Title: stat.S_ISXXX can raise OverflowError for remote file modes
Type: behavior Stage:
Components: Library (Lib) Versions: Python 3.9, Python 3.8
Status: open Resolution:
Dependencies: Superseder:
Assigned To: Nosy List: ammar2, christian.heimes, wiggin15
Priority: normal Keywords:

Created on 2020-02-23 10:08 by wiggin15, last changed 2020-02-29 00:05 by terry.reedy.

Messages (3)
msg362499 - (view) Author: Arnon Yaari (wiggin15) * Date: 2020-02-23 10:08
The C implementation of the "stat" module on Python 3 (_stat) is using the type "mode_t" for file modes, which differs between operating systems. This type can be defined as either "unsigned short" (for example, in macOS, or the definition added specifically for Windows in _stat.c) or "unsigned long" (Linux and other Unix systems such as AIX).
This means that the "stat" module may only work with file modes that come from the same system that Python was compiled for.
It is sometimes desirable to work with file modes on remote systems (for example, when using the "fabric" module to handle remote files -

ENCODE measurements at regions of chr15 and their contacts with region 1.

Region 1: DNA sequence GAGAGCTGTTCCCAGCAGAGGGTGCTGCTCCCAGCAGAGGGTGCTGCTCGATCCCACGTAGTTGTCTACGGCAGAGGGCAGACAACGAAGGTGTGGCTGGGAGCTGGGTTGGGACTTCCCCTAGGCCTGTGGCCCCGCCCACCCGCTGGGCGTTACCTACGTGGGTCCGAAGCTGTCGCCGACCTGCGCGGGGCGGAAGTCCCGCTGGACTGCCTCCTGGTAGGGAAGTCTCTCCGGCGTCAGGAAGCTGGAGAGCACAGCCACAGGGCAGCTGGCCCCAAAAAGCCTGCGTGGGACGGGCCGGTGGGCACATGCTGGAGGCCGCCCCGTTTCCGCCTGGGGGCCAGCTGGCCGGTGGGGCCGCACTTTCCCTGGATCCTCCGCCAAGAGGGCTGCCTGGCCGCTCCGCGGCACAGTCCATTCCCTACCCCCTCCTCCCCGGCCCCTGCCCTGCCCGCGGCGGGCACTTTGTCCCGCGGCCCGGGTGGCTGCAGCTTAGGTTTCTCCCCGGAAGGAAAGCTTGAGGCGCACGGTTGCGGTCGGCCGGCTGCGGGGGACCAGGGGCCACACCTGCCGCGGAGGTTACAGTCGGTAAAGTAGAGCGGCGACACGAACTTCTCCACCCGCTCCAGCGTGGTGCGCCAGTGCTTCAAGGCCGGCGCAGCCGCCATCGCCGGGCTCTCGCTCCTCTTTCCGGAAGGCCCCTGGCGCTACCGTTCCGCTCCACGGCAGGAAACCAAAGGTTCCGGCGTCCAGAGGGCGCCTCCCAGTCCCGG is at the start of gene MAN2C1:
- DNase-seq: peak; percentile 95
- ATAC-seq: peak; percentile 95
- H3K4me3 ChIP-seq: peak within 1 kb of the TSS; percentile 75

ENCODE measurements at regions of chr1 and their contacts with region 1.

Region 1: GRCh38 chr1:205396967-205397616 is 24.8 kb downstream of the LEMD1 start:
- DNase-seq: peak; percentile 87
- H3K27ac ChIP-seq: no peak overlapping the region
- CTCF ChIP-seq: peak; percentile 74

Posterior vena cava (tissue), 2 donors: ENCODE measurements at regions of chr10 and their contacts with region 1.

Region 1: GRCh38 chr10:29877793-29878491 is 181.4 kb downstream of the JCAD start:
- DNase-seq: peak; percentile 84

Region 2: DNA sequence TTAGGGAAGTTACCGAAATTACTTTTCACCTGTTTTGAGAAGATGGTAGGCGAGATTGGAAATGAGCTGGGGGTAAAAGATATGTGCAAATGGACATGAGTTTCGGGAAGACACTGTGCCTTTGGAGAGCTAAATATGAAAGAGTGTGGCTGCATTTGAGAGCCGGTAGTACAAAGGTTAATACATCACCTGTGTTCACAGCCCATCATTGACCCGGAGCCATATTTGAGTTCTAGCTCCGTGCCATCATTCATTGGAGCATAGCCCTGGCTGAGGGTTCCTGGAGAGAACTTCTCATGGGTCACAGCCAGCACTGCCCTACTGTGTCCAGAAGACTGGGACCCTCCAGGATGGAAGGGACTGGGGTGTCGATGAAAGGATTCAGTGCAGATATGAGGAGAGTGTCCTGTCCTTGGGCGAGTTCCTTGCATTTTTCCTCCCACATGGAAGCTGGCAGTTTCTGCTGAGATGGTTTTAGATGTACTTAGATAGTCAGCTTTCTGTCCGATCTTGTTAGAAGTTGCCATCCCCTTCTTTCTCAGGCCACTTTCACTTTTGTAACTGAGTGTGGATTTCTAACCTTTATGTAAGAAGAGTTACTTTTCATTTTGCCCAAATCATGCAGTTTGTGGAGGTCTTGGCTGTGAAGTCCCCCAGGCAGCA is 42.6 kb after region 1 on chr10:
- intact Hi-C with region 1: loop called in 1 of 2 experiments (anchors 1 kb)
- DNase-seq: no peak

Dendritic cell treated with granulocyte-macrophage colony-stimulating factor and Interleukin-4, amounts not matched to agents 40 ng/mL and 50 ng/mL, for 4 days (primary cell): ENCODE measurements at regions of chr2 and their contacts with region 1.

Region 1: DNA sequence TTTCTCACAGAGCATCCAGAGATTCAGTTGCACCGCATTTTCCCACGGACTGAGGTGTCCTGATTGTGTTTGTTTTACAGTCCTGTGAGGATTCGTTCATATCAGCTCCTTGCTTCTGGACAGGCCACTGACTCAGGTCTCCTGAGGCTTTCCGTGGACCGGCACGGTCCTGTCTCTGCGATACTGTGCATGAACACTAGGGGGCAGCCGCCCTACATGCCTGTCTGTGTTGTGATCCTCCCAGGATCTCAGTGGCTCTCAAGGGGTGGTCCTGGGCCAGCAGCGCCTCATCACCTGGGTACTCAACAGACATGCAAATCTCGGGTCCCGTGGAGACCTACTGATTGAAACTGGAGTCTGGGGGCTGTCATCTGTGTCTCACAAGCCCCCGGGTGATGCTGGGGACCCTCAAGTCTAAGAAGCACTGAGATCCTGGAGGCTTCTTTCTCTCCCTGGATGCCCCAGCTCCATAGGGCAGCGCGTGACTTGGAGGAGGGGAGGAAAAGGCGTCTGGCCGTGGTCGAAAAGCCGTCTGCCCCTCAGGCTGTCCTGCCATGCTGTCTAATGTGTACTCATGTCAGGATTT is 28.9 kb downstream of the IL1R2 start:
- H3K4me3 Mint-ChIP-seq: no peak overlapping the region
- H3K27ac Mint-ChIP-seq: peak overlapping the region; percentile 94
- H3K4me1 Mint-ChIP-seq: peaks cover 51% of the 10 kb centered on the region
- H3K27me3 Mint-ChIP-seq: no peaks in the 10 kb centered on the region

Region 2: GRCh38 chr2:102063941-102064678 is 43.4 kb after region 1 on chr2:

With the pure-python "stat" module on Python 2.7, using macros such as "stat.S_ISDIR" with any value used to work (even values that exceed "unsigned short" on macOS, for example) but with the C implementation this can result in an exception on systems with an "unsigned short" mode_t:

    >>> stat.S_ISDIR(0o240755)
    OverflowError: mode out of range

I encountered this exception when trying to "put" files from a macOS system to an AIX system with "fabric" (0o240755 is the st_mode found for "/" on AIX).

For uniform handling of file modes, modes should be handled as unsigned long instead of the system-defined "mode_t".
msg362501 - (view) Author: Ammar Askar (ammar2) * (Python triager) Date: 2020-02-23 11:08
Size of the mode aside, isn't this approach problematic anyway? One platform could have an entirely different way of signalling ISDIR vs another. In this case using the host's S_ISDIR for the remote's mode would result in possibly incorrect values.
msg362521 - (view) Author: Arnon Yaari (wiggin15) * Date: 2020-02-23 16:39
Maybe so, but IMHO it is a lesser concern - the operating systems that use "unsigned long" add bits on the right, and don't change the less significant bits that the S_ISXXX macros check (if I am not mistaken, those bits are POSIX standards).
This issue is a regression from Python 2.7, so I believe it should be addressed.
Date User Action Args
2020-02-29 00:05:46terry.reedysetnosy: + christian.heimes
2020-02-23 16:39:06wiggin15setmessages: + msg362521
2020-02-23 11:08:37ammar2setnosy: + ammar2
messages: + msg362501
2020-02-23 10:08:44wiggin15create